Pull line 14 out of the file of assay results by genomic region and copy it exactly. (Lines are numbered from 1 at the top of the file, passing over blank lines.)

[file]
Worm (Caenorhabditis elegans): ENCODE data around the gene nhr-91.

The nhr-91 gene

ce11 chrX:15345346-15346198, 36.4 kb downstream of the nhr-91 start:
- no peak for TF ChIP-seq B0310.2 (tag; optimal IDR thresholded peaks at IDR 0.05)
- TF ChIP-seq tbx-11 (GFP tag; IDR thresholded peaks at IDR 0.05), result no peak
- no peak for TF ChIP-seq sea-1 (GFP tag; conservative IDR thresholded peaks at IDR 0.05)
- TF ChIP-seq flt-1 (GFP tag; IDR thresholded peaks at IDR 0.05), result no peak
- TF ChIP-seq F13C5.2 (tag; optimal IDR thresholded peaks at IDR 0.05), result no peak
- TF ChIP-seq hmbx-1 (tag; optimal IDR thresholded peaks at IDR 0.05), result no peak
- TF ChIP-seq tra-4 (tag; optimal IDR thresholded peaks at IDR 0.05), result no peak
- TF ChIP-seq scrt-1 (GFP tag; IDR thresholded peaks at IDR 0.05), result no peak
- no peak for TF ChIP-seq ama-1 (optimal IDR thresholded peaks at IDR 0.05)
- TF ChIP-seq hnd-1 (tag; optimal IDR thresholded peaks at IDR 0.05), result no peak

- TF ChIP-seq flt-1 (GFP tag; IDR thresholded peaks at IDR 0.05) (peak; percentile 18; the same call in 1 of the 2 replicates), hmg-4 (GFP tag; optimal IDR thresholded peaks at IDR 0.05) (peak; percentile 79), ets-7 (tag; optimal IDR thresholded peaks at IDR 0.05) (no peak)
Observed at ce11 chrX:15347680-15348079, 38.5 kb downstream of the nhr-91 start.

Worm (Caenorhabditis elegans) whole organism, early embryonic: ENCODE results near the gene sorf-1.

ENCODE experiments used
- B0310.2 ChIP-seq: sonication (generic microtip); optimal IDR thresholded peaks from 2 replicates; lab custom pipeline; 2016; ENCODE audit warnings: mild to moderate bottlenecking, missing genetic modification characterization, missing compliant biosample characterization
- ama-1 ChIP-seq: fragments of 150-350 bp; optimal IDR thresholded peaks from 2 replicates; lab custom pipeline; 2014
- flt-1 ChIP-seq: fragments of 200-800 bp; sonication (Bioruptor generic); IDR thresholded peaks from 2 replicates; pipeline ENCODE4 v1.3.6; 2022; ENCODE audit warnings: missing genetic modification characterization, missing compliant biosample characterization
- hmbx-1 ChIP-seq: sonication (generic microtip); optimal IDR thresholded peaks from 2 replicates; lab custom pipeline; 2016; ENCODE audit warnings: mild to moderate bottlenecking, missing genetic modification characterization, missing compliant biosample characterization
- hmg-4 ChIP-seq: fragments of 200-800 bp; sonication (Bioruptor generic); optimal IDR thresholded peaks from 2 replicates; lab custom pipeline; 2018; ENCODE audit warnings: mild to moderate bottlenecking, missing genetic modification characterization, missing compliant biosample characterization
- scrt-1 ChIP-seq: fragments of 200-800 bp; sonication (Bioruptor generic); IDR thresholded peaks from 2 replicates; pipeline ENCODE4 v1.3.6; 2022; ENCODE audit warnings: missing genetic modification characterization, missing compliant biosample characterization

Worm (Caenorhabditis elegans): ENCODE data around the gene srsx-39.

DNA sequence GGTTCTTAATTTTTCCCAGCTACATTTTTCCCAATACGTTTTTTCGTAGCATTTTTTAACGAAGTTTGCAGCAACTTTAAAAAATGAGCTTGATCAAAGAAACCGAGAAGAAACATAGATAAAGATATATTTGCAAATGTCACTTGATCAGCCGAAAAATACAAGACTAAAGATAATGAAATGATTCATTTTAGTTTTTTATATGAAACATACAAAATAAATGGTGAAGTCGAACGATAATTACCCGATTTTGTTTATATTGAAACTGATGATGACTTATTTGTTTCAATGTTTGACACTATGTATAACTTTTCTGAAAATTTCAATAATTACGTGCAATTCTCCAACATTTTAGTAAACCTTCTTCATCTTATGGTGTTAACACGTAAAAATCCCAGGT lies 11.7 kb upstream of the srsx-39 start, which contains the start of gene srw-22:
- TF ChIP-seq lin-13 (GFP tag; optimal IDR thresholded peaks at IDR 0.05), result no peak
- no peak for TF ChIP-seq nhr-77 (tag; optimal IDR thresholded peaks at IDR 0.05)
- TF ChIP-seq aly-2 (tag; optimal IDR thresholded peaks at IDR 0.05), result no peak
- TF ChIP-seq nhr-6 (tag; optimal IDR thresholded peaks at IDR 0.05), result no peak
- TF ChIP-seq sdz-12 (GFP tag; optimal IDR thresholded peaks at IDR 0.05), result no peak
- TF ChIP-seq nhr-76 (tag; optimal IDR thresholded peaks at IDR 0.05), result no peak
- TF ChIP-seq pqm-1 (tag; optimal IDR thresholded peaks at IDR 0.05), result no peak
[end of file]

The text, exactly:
- TF ChIP-seq flt-1 (GFP tag; IDR thresholded peaks at IDR 0.05) (peak; percentile 18; the same call in 1 of the 2 replicates), hmg-4 (GFP tag; optimal IDR thresholded peaks at IDR 0.05) (peak; percentile 79), ets-7 (tag; optimal IDR thresholded peaks at IDR 0.05) (no peak)